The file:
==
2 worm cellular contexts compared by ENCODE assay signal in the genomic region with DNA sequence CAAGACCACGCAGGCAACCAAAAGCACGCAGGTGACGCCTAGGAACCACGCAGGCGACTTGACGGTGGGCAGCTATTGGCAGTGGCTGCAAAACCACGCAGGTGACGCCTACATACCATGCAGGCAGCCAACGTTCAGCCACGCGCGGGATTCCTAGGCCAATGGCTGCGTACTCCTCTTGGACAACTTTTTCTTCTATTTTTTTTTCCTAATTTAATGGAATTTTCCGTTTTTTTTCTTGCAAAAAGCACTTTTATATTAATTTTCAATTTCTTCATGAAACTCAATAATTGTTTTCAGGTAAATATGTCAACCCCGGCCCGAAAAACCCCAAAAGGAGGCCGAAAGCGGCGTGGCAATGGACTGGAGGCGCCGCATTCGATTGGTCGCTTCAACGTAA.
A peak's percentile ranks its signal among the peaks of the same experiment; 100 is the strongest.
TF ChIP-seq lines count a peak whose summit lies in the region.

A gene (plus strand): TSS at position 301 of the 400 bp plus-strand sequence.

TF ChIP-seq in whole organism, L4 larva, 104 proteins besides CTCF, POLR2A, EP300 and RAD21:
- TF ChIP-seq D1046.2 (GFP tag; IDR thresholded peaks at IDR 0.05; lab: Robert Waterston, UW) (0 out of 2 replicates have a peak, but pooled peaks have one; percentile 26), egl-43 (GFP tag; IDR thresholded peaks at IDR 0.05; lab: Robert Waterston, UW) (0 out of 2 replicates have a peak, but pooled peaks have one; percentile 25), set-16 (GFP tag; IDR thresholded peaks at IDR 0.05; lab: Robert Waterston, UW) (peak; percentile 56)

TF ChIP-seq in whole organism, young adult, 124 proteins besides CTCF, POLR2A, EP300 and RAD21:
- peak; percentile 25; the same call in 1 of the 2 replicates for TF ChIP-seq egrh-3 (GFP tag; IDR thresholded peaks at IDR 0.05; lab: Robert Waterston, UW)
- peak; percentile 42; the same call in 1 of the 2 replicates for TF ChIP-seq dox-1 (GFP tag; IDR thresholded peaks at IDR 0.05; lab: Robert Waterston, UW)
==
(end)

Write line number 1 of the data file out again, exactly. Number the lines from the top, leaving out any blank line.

2 worm cellular contexts compared by ENCODE assay signal in the genomic region with DNA sequence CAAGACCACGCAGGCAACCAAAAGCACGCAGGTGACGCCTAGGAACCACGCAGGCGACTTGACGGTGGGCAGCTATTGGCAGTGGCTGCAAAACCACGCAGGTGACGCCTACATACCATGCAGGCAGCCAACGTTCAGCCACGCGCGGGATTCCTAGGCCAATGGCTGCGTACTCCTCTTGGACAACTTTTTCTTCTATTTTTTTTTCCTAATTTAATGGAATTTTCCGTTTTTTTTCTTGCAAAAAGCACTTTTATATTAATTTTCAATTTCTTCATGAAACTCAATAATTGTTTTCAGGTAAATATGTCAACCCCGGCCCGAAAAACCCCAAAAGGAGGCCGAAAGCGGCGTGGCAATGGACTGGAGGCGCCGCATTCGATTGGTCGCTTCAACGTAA.